It was a risk for Shea to take Ailes on over zoning. For decades, ever since local activists defeated ConEd’s plan to build a massive power station atop nearby Storm King Mountain, zoning had been the third rail of Philipstown politics, the one issue that brought all the various cultural and economic resentments into stark relief. The first time Shea met Ailes was at a town forum, sponsored by the PCN&R and moderated by Joe Lindsley, in October 2009. Afterward, Ailes went up to Shea and told him that he was dodging Lindsley’s questions about zoning. “What are you trying to hide from me?” Ailes said. “I own the newspaper.” (Ailes claimed that he simply asked for Shea’s phone number and complained about the local environmentalist “zealots.”)
The next month, Shea won the election. Immediately, he set about making good on his campaign promise to push through a rezoning plan. A few weeks later, Shea discovered just what life with Roger Ailes as a constituent would mean. On Sunday morning, January 10, he received a string of frantic phone calls from friends in town. Ailes had been calling around ranting about a front-page New York Times profile of him that appeared in that morning’s paper. “My takeaway was that this guy is pretty much threatening me,” Shea was quoted saying about the town forum.
Later that day, his phone rang. “You have no fucking idea what you’ve done!” Shea immediately recognized the voice. “You have no idea what you’re up against. If you want a war, you’ll have a battle, but it won’t be a long battle.”
“It was an accurate portrayal of the exchange,” Shea said calmly. “If you’re offended, I’m sorry about that, but it was accurate.”
“Listen,” Ailes seethed, “don’t be naive about these things. I will destroy your life.” (Shea declined to comment on his meetings with Ailes.)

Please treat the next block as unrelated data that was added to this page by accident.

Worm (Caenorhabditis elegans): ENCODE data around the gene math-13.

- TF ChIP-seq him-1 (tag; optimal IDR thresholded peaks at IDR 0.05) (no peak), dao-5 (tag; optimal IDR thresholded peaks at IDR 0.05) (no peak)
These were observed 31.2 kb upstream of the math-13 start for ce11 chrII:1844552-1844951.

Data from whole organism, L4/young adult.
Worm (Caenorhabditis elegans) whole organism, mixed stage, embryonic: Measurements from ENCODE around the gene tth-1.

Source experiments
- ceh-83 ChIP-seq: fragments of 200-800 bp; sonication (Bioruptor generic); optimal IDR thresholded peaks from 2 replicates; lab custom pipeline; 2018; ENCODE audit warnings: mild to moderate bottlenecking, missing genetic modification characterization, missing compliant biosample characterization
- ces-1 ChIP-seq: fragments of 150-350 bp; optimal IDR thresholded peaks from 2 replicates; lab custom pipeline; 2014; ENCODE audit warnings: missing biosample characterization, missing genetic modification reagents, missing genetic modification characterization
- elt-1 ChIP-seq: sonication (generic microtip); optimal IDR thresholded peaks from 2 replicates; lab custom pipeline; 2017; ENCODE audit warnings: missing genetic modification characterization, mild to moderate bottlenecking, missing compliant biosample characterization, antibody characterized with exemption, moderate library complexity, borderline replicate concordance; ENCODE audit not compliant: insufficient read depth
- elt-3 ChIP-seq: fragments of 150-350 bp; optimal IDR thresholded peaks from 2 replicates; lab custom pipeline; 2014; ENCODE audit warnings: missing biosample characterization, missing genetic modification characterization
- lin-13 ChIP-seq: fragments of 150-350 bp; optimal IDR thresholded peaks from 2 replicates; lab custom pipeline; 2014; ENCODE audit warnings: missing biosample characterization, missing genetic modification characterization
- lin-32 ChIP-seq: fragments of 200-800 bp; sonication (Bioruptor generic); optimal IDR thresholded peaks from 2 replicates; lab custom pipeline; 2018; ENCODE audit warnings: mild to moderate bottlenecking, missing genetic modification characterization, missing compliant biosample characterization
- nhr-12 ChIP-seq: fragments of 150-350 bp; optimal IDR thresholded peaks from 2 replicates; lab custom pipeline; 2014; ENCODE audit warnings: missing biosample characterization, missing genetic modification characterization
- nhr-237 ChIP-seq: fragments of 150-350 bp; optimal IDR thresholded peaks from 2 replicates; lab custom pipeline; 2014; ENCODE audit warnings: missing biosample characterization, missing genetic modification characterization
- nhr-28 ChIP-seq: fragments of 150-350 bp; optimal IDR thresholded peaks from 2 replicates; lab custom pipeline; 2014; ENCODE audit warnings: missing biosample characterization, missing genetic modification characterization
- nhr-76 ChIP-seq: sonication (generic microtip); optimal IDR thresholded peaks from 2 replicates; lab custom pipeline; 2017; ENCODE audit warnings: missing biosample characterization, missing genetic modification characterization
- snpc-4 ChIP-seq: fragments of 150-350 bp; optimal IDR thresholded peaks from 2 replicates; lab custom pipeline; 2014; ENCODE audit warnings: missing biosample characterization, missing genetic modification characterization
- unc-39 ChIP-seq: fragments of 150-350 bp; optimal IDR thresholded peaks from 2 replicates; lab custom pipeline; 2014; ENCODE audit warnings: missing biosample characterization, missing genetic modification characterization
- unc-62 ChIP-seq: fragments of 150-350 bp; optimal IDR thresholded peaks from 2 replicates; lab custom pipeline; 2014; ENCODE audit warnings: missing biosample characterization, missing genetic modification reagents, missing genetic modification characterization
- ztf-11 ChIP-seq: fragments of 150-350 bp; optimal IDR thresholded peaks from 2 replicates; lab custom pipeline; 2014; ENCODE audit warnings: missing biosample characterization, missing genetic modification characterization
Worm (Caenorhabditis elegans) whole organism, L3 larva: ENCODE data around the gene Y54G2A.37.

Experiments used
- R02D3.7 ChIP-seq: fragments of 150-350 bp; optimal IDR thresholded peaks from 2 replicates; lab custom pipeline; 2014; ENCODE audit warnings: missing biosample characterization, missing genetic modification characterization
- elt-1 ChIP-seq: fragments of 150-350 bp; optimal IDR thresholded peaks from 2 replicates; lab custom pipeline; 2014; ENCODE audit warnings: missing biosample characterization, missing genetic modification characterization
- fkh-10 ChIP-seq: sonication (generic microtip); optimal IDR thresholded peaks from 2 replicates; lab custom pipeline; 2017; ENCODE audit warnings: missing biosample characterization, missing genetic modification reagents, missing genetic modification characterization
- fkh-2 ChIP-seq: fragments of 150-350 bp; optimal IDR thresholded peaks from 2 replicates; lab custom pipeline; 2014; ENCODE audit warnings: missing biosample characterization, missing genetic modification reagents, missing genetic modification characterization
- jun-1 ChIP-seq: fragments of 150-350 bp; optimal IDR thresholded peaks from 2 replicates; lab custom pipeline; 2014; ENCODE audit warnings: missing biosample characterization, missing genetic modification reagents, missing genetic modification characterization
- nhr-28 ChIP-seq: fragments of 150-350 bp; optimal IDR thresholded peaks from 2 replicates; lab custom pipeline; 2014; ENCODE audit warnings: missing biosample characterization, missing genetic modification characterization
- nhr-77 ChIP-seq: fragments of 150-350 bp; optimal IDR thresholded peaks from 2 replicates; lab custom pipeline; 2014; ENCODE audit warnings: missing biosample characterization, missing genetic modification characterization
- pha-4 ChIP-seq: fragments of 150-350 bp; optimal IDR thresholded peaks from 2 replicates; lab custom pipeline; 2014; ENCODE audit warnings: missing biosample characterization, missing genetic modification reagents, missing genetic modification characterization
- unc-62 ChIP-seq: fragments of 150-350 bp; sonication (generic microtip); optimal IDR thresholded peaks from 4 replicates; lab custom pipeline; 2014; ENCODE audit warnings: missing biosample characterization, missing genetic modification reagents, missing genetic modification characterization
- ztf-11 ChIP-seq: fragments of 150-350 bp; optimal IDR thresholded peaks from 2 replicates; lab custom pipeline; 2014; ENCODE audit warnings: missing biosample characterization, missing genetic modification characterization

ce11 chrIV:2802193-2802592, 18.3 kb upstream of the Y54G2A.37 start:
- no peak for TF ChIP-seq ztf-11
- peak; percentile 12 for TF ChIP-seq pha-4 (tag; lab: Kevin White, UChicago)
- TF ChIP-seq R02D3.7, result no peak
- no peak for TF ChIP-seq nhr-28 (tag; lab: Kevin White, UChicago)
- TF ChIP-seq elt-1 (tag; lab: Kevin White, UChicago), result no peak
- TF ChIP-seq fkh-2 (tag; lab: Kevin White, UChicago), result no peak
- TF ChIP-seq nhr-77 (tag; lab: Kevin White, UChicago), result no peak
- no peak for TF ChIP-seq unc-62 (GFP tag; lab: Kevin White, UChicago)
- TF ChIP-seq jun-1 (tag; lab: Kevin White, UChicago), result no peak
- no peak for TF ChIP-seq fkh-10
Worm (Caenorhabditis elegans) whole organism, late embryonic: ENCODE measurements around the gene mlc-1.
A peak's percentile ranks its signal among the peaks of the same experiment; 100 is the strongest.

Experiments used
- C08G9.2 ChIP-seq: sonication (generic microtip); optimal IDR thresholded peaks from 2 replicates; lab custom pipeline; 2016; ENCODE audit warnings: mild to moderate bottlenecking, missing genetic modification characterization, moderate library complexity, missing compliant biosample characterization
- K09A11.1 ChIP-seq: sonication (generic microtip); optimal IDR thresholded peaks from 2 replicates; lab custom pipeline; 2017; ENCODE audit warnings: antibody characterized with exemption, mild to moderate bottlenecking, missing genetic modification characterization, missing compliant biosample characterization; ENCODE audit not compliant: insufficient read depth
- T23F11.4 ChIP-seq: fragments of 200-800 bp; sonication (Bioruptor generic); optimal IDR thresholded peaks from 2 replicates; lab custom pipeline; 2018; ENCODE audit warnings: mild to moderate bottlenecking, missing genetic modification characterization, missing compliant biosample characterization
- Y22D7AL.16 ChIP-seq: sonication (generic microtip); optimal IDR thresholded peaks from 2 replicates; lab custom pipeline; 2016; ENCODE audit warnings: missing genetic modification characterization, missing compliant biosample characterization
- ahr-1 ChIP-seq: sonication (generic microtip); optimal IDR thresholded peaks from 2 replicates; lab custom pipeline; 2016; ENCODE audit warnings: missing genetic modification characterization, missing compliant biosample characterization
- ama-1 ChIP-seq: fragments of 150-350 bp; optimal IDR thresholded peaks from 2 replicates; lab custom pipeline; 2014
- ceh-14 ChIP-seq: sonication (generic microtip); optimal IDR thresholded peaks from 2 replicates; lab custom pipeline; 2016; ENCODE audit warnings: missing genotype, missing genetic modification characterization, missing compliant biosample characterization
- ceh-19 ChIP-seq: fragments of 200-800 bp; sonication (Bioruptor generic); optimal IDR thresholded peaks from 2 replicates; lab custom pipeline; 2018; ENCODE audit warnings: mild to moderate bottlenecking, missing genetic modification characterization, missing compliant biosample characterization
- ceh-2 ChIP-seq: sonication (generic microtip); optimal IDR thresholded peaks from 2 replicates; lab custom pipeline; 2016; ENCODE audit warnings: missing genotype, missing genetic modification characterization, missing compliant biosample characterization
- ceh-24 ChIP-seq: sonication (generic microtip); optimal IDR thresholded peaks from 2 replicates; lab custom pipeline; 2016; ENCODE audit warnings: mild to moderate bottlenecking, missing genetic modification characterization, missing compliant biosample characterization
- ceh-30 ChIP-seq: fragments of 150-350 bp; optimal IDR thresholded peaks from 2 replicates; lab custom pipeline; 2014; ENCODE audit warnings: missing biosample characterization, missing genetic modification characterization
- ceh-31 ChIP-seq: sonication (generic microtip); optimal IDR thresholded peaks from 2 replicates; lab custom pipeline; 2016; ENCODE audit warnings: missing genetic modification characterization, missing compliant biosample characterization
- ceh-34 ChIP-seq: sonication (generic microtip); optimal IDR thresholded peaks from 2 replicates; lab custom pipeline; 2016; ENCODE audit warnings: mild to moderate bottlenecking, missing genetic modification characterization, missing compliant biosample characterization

Throughout the winter, the PCN&R filled with stories and editorials questioning Shea’s zoning plan as avidly as Fox attacked Obama’s policies. According to the PCN&R, an out-of-control band of tree-huggers and Manhattan elites was over-running the town, dictating to the little guy how he could use his land.
The emotions stirred up in part by the PCN&R’s crusade drew extreme elements into the debate. Anti-zoning factions had begun making posters displaying photos of guns and the slogan “They’re Taking Away Your Property Rights.” To lower the temperature, Shea decided to call a townwide meeting at Haldane High School. It would be a chance for all the citizens to get in a room together and clear the air.
Shortly before 7:30 p.m. on Wednesday, April 7, 2010, Ailes walked across the parking lot of the high school with a white-haired lawyer from Poughkeepsie named Scott Volkman. Hundreds of townspeople were streaming into the school’s gymnasium. Inside the gym, the mood had the electric energy of a political rally. Ailes and Volkman, seemingly the only two men in suits, sat in the middle of the main floor as Shea brought the meeting to order. “Let us observe civility above all,” he said, instructing citizens to keep their remarks to two minutes.
It was a futile request. Jeannette Yannitelli, a Fox News fan whose son ran a liquor store near Main Street, took to the mike. “Fifty-two percent of this town is now tax exempt!” she said.
“Stop right there, that’s not true,” Shea said.
But Yannitelli pressed on. “If you were stealing from me, I’d call 911!”
An hour into the meeting, Ailes’s lawyer got up from his seat and took the microphone. After he tangled with Shea for a few minutes, demanding a one-on-one meeting, Shea jokingly asked if Volkman wanted him to burn the zoning proposal on the spot. At that, Ailes stood up and intervened. Without giving his name—he was a man who acted as if he needed no introduction—Ailes began to lecture the supervisor.
“Civility above everything, please, Mr. Shea,” Ailes said, pointing the fingers of his right hand at him. “Civility above everything, Mr. Shea. Sarcasm is not useful here, Mr. Shea.”
Ailes buttoned his suit jacket, lowered the microphone, and plunged his left hand into his pants pocket. He had the floor now.
“Apparently this process has been going on since before the Civil War,” he said. “This is, as you explained to me, the first night that private property owners were going to have a workshop.”
“Can I ask you why Mr. Volkman is here?” asked Democratic town board member Nancy Montgomery, who was sitting next to Shea. “He’s not a private property owner in this town.”
“In America you are allowed to have an attorney represent you who understands the law!” Ailes replied. Cheers, whoops, and whistles rang out from the balcony and the sides of the parquet. “But this is Philipstown,” Montgomery said. “This is a civil meeting where our community has come together to discuss—”